The federal Computer Fraud and Abuse Act (CFAA) was intended to be an anti-hacking criminal statute to go after people who hack into databases and computer systems without authorization to misappropriate data. However, certain prosecutors have attempted to expand their powers under the Act and use the Computer Fraud and Abuse Act to prosecute people who were not intended to be covered by the law
In a federal criminal case out of California, prosecutors charged a defendant for violating the Computer Fraud and Abuse Act for violating certain computer-related policies of his employer. In this case, the defendant was an employee of an executive recruiting company named Korn/Ferry. He left the company to start a competing company. The defendant contacted some of his former co-workers who were still working at Korn/Ferry and asked them to download confidential information from the Korn/Ferry computer system to assist the defendant with his new company. The employees were allowed to access the Korn/Ferry computer database because they still worked there. However, Korn/Ferry’s policies did not allow them to use the information in the database to help a competing business.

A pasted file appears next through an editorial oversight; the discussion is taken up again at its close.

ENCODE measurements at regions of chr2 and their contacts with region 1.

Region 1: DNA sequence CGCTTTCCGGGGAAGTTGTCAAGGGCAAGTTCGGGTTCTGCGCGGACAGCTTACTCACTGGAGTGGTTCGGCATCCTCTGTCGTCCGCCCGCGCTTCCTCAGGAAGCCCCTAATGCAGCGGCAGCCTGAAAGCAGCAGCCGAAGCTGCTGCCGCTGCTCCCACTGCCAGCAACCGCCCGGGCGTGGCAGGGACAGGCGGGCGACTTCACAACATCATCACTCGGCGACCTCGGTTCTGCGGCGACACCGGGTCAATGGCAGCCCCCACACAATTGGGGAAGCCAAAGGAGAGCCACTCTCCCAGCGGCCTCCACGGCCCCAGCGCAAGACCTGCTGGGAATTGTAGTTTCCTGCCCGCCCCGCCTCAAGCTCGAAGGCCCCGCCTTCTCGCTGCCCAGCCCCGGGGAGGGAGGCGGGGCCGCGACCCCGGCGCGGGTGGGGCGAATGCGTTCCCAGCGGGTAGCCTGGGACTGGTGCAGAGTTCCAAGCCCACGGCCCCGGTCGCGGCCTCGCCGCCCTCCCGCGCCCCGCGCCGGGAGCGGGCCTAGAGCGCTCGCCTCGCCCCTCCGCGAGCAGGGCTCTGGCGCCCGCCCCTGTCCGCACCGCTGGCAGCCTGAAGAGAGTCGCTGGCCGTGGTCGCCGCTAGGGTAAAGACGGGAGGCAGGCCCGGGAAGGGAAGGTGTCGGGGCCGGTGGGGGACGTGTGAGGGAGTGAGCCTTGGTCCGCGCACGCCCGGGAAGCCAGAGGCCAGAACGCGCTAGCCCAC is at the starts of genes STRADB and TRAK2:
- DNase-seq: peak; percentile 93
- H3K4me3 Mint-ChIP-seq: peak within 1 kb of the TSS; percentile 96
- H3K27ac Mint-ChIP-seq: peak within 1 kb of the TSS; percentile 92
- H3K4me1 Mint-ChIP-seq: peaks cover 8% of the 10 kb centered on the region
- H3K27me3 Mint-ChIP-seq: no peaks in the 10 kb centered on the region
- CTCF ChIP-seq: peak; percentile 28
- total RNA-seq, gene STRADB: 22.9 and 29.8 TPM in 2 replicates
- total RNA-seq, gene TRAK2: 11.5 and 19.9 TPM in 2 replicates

The United States Attorney’s Office charged the defendant with violating the Computer Fraud and Abuse Act for aiding and abetting the Korn/Ferry employees in exceeding their access to the Korn/Ferry computer system to defraud the company. The criminal defense attorneys moved to dismiss the CFAA charges. They argued that the CFAA was intended to punish hackers who access computer databases without authorization, not people who have authorization to access a computer database but misuse the information in violation of company policy.
The appellate court determined that the CFAA did not apply to this scenario. The court noted that computers have become prevalent in today’s society and it would be very dangerous to allow a prosecutor to use the Computer Fraud and Abuse Act in situations where an employee merely violated a company’s computer policy. One could envision any number of ways an employee could violate company policy as it relates to a computer that could end up in federal charges if the CFAA was expanded to include fraud based on company policy violations. Fortunately, the appellate court was not inclined to expand the CFAA in that manner and indicated that prosecutors should use the CFAA to go after hackers who access computer systems without authorization as the computer Computer Fraud and Abuse Act was apparently intended.